From 2002 to 2013, the use of statins in the U.S. increased 79.8 percent among adults who were at least 40 years old, according to a retrospective longitudinal cohort study.
However, statin use was significantly lower in high-risk subgroups such as women, racial/ethnic minorities and the uninsured. The researchers also noted the use of statins was suboptimal in participants with established atherosclerotic cardiovascular disease (ASCVD).
Meanwhile, the use of generic statins significantly increased during the time period, while the gross domestic product-adjusted total cost for statins and the mean annual out-of-pocket costs for patients significantly decreased.
Lead researcher Joseph A. Salami, MD, MPH, of the Center for Healthcare Advancement and Outcomes at Baptist Health South Florida in Miami, and colleagues published their results online in JAMA Cardiology on Nov. 14.
The findings were simultaneously presented in a poster session at the American Heart Association Scientific Sessions in New Orleans.
“These findings have important public health implications and should stimulate further discussions among stakeholders for pragmatic patient-centered interventions to improve appropriate statin use and manage associated costs,” the researchers wrote.
The researchers analyzed data on 157,719 adults who participated in the Medical Expenditure Panel Survey (MEPS) from 2002 to 2013. The Agency for Healthcare Research and Quality sponsors the MEPS, which surveys individuals and families, clinicians and employers about their medical conditions and healthcare resource utilization and costs.
Of the adults, 24.6 percent used statins during the study period. The mean age of the participants was 57.7 years old, while 52.1 percent were female. More than 90 percent of the participants were diagnosed with hyperlipidemia.
The number of adults who used statins increased from 21.8 million (17.9 percent of the population) in 2002-2003 to 39.2 million (27.8 percent) in 2012-2013, which represented a 79.8 percent increase. During the study, the annual statin prescriptions increased 64.9 percent from 134 million to 221 million.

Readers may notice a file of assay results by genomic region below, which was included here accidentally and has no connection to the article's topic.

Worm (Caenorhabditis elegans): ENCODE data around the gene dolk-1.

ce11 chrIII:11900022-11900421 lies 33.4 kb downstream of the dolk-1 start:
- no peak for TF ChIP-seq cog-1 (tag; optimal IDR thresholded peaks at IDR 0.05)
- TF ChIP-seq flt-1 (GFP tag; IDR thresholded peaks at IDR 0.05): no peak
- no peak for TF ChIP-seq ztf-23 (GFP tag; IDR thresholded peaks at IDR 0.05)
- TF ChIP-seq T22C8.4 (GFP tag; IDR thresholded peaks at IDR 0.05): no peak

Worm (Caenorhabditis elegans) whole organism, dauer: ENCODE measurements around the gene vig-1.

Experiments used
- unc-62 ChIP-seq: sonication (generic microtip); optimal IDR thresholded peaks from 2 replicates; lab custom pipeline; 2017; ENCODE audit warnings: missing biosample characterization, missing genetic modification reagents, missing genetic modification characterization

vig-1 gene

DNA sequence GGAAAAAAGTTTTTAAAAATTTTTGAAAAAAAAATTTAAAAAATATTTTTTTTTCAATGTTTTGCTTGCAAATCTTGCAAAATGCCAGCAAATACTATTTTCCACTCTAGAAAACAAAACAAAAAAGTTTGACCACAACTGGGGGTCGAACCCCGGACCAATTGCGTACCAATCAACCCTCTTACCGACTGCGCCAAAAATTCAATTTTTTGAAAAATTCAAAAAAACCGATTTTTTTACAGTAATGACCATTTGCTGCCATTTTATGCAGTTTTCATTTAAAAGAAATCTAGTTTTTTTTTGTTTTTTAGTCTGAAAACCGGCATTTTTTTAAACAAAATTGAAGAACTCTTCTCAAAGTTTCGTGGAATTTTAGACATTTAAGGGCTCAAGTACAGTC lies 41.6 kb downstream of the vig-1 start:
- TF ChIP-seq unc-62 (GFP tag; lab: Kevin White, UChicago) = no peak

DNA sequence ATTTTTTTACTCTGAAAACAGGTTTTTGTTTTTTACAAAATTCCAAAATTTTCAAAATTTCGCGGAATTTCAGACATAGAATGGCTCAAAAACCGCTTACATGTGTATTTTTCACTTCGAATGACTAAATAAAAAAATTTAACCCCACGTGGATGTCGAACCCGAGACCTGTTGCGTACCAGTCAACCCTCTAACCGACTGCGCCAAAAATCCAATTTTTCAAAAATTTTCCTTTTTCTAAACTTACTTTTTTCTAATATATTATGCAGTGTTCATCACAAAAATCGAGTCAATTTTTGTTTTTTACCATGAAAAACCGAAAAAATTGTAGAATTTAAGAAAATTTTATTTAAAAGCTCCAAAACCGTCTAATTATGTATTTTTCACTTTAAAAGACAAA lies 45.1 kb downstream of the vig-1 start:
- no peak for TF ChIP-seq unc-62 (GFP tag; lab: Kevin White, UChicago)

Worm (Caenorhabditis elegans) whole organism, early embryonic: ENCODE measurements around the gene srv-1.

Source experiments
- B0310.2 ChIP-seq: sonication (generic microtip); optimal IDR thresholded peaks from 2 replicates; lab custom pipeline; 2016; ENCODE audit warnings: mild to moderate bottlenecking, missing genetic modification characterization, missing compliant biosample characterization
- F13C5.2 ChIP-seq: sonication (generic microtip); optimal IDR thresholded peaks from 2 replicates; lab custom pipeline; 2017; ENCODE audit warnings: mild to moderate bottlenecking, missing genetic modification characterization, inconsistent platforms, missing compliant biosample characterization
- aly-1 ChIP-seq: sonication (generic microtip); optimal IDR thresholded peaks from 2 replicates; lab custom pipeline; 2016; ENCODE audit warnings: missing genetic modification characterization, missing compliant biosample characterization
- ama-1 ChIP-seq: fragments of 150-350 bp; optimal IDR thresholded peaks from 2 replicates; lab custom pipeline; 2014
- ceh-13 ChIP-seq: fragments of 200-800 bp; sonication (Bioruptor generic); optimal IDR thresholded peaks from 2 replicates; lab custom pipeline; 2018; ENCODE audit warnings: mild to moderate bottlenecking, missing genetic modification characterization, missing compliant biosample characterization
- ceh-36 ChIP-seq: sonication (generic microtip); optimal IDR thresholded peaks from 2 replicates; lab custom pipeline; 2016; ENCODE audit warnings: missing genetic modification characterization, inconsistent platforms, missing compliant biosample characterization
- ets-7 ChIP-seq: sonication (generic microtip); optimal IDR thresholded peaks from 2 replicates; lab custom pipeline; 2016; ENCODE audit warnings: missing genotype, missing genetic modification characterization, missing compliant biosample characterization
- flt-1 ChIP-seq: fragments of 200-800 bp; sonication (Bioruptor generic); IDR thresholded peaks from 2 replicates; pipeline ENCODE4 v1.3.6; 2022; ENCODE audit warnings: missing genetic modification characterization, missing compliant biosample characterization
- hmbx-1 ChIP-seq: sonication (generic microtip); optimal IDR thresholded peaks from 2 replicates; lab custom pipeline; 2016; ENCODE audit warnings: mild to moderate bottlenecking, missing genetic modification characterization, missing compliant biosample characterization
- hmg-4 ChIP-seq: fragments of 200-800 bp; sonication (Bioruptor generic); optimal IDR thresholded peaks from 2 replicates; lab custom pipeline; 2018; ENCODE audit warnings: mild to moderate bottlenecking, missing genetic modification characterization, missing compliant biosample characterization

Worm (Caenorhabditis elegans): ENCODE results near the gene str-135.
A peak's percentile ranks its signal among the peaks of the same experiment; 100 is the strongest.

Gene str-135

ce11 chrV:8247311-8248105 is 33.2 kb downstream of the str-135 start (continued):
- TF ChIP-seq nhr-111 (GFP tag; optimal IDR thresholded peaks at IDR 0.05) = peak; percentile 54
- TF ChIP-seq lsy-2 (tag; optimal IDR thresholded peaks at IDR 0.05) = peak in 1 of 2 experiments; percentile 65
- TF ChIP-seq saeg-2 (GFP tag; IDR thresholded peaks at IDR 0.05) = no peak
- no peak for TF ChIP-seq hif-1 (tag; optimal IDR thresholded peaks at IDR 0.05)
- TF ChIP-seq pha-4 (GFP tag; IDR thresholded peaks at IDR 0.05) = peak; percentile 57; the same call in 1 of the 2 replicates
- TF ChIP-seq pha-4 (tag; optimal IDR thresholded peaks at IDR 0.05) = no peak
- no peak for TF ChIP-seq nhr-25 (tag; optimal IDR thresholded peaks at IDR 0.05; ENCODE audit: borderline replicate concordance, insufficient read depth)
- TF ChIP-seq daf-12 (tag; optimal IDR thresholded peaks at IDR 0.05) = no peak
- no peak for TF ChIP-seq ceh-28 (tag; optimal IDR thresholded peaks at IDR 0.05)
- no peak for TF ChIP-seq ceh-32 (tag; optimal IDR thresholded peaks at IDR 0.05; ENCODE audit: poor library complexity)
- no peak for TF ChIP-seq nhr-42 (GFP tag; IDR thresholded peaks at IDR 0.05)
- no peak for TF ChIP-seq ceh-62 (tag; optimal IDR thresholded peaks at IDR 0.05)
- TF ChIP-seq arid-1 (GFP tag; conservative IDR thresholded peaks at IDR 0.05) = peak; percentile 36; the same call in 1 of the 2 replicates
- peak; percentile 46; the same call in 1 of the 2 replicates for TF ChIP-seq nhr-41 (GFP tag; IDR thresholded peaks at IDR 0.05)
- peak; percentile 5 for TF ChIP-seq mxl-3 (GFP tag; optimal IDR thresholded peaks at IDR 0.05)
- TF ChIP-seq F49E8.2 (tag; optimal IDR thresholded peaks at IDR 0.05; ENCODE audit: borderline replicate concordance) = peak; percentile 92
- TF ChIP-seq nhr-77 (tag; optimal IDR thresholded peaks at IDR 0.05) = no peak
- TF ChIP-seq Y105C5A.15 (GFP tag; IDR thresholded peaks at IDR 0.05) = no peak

Of the participants with established ASCVD, 49.8 percent used statins in 2002-2003 and 58.1 percent used statins in 2012-2013.
Brand-name statins accounted for 91.6 percent of statin prescriptions in 2002-2003 and 18.2 percent of statin prescriptions in 2012-13. In 2012-13, simvastatin accounted for 41.4 percent of statin prescriptions, followed by atorvastatin (28.3 percent), pravastatin (16.2 percent), rosuvastatin (11.2 percent) and lovastatin (7 percent).
The annual total expenditures for statins decreased from $17.2 billion in 2002-2003 to $16.9 billion in 2012-2013. During that same time period, out-of-pocket expenditures decreased from $7.6 billion to $3.9 billion, while the mean per-user annual expenditures declined from $791 to $409. The mean per-user annual expenditures for branded statins increased from $808 to $1,188, but the expenditures for generic statins decreased from $498 to $227.
The researchers noted that the results were only generalizable to adults living in communities and not to those living in nursing homes. They also classified adults into ASCVD risk groups based in part on self-reports from participants. In addition, the study did not have information on the use of statins following the release of updated guidelines from the American College of Cardiology and American Heart Association in 2013.